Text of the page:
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A History of Germany by Bayard Taylor

While he subdued Godfrey of Lorraine



Up to this time the Roman clergy and people had taken part, so far as the mere forms were concerned, in the election of the Popes. They were now compelled (of course very unwillingly) to give up this ancient right, and allow the Emperor to choose the candidate, who was then sure to be elected by Bishops of Imperial appointment. In fact, during the nine remaining years of Henry III.'s reign, he selected three other Popes, Clement II. and his first two successors having all died suddenly, probably from poison, after very short reigns. But this was the end of absolute German authority and Roman submission: within thirty years the Christian world beheld a spectacle of a totally opposite character.

Henry III. visited Southern Italy, confirmed the Normans in their rule, as his father had done, and then returned to Germany. He had reached the climax of his power, and the very means he had taken to secure it now involved him in troubles which gradually weakened his influence in Germany. He was generous, but improvident and reckless: he bestowed principalities on personal friends, regardless of hereditary claims or the wishes of the people, and gave away large sums of money, which were raised by imposing hard terms upon the tenants of the crown-lands. A new war with Hungary, and the combined revolt of Godfrey of Lorraine, Baldwin of Flanders and Dietrich of Holland against him, diminished

his military resources; and even his success, at the end of four weary years, did not add to his renown. Leo IX., the third Pope of his appointment, was called upon to assist him by hurling the ban of the Church against the rebellious princes. He also called to his assistance Danish and English fleets which assailed Holland and Flanders, while he subdued Godfrey of Lorraine. The latter soon afterwards married the widowed Countess Beatrix of Tuscany, and thus became ruler of nearly all Italy between the Po and the Tiber.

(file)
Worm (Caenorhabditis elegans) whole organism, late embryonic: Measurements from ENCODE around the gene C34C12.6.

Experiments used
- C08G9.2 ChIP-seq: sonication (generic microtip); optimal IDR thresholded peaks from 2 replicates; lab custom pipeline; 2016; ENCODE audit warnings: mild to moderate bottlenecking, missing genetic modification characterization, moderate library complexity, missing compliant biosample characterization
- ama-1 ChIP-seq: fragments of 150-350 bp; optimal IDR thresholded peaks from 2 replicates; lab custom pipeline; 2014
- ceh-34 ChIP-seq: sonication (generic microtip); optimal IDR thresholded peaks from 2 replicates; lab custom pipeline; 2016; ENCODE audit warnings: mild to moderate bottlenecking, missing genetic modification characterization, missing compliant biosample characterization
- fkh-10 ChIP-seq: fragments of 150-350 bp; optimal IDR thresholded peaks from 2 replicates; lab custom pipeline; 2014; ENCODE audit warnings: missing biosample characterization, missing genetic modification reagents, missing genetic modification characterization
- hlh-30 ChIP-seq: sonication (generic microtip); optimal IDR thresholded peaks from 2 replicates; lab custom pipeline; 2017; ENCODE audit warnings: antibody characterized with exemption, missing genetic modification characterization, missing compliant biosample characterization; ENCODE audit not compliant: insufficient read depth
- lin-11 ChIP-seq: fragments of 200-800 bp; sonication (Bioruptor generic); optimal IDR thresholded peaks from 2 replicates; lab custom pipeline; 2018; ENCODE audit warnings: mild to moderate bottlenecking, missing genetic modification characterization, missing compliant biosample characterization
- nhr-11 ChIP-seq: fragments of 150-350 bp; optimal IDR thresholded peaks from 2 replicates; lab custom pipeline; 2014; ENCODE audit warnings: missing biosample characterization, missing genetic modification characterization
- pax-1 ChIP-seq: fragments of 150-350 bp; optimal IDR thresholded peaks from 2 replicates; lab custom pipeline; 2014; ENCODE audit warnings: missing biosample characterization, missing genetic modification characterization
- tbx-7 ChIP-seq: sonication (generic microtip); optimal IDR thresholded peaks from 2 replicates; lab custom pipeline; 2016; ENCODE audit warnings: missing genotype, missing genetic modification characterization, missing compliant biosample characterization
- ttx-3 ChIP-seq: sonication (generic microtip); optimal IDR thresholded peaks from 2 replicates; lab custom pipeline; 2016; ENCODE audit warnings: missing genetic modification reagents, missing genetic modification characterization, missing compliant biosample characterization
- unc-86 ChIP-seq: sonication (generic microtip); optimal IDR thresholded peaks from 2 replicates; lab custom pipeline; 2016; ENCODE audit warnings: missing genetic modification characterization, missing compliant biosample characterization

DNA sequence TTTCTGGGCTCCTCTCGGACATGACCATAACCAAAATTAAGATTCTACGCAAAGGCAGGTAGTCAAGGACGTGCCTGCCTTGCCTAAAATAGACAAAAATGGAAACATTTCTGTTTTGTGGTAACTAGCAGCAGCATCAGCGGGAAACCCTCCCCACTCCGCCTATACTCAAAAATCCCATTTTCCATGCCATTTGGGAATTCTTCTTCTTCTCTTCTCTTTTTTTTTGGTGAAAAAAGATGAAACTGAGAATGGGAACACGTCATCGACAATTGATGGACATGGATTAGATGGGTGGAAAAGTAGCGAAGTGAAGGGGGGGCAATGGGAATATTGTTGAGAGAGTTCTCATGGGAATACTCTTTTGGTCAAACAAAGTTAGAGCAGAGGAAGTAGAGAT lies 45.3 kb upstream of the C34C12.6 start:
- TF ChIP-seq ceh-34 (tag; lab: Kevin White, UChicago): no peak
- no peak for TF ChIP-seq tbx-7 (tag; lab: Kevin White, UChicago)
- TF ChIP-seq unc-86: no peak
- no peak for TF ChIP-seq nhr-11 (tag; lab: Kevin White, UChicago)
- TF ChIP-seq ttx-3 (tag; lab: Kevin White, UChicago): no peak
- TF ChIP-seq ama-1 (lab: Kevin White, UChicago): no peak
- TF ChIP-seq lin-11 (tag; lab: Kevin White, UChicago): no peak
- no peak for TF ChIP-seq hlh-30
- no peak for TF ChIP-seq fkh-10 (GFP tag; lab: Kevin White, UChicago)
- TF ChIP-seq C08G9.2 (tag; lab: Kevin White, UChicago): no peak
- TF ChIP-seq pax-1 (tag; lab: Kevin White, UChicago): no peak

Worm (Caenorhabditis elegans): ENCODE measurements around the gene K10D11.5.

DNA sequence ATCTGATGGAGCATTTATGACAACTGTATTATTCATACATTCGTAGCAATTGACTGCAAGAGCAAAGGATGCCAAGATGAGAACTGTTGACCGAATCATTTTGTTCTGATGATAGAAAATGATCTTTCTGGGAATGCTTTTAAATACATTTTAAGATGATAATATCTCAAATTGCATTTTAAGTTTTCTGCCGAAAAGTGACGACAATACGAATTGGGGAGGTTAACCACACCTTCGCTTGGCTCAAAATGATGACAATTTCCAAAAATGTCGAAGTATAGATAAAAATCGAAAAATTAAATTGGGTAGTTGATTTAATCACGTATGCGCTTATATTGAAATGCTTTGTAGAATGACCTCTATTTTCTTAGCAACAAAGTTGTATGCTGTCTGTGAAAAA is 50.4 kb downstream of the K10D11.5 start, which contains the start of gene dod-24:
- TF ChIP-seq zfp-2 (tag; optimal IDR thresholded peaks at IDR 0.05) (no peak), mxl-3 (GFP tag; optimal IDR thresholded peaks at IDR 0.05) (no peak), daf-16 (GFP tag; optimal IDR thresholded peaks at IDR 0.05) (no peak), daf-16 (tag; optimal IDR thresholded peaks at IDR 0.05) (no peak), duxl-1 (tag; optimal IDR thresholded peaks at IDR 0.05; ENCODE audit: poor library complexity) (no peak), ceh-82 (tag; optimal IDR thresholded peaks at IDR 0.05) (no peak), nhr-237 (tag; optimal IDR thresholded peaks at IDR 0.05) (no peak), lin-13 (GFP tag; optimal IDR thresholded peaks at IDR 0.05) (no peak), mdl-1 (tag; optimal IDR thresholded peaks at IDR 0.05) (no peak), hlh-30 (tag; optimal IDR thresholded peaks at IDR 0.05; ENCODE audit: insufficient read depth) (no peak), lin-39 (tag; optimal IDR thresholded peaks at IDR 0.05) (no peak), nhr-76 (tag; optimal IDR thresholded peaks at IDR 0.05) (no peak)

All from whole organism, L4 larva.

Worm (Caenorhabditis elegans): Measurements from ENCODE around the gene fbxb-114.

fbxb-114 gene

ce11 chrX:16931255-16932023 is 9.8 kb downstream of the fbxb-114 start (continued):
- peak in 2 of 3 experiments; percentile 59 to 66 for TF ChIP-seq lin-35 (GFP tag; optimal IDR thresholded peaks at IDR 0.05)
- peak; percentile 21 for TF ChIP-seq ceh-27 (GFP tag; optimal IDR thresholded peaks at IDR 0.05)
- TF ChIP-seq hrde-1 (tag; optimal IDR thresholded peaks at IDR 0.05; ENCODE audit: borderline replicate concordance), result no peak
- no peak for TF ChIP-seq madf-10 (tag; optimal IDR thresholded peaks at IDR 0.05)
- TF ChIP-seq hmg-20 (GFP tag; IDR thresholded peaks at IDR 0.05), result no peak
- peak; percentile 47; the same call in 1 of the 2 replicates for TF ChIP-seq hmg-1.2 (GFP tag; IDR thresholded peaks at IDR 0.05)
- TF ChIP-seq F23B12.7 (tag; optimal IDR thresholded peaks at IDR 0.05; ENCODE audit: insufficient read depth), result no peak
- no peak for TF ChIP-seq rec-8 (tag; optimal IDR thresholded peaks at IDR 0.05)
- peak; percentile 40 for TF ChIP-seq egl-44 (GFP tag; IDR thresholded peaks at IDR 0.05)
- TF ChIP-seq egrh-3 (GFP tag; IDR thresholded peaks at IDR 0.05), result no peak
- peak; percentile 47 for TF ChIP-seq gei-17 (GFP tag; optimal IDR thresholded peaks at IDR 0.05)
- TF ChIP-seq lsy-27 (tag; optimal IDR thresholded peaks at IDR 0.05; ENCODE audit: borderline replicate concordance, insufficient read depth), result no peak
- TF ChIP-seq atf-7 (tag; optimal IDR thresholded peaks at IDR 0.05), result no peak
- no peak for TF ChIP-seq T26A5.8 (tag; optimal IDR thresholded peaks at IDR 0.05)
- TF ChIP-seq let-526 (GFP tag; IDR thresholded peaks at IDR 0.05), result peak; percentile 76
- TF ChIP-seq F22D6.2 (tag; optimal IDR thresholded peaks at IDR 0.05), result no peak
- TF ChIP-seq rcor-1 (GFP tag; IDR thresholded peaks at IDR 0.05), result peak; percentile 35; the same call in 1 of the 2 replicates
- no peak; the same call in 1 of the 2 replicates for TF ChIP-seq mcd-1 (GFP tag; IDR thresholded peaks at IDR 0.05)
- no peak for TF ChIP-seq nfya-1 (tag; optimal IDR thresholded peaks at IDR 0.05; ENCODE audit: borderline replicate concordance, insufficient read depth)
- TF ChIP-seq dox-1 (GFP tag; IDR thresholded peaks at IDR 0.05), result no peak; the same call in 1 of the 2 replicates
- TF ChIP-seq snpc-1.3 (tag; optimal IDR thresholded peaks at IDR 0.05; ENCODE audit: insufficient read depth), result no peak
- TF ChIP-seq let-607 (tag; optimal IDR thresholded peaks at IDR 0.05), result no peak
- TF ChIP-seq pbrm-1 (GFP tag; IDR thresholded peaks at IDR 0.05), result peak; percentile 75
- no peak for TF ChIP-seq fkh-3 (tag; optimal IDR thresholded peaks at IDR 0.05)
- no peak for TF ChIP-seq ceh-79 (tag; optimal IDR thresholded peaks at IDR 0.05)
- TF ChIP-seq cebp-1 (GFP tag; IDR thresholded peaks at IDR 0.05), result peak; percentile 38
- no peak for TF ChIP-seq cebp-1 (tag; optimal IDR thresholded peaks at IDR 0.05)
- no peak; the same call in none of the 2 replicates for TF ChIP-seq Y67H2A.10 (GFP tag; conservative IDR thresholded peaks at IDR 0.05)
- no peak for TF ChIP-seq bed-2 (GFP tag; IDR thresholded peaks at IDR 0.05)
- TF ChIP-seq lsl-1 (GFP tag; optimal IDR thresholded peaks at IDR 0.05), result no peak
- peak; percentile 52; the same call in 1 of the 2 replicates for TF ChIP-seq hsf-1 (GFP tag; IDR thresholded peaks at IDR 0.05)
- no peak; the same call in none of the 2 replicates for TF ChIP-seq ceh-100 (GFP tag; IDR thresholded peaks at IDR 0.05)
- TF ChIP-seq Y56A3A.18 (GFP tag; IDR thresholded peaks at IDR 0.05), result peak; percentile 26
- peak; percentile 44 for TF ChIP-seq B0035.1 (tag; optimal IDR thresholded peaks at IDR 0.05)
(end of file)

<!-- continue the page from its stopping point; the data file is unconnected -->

By the year 1051, all the German States except Saxony were governed by relatives or personal friends of the Emperor. In order to counteract the power of Bernhard, Duke of the Saxons, of whom he was jealous, he made another friend, Adalbert, Archbishop of Bremen, with authority over priests and churches in Northern Germany, Denmark, Scandinavia and even Iceland. He also built a stately palace at Goslar, at the foot of the Hartz Mountains, and made it as often as possible his residence, in order to watch the Saxons. Both these measures, however, increased his unpopularity with the German people.

[Sidenote: 1054.]

Leo IX., in 1054, marched against the Normans who were threatening the southern border of the Roman territory, but was defeated and taken prisoner. The victors treated him with all possible reverence, and he soon saw the policy of making friends of such a bold and warlike people. A treaty of peace was concluded, wherein the Normans acknowledged themselves dependents of the Papal power: no notice was taken of the fact that they had already acknowledged that of the German-Roman Emperors. This event, and the increasing authority of his old enemy, Godfrey, in Tuscany, led Henry III. to visit Italy again in 1055. Although he held the Diet of Lombardy and a grand review on the Roncalian plains near Piacenza, he accomplished nothing by his journey: he did not even visit Rome. Leo IX. died the same year, and Henry appointed a new Pope, Victor II., who, like his predecessor, became an instrument in the hands of Hildebrand of Savona, a monk of Cluny, who was even then, although few suspected it, the real head and ruler of the Christian world.

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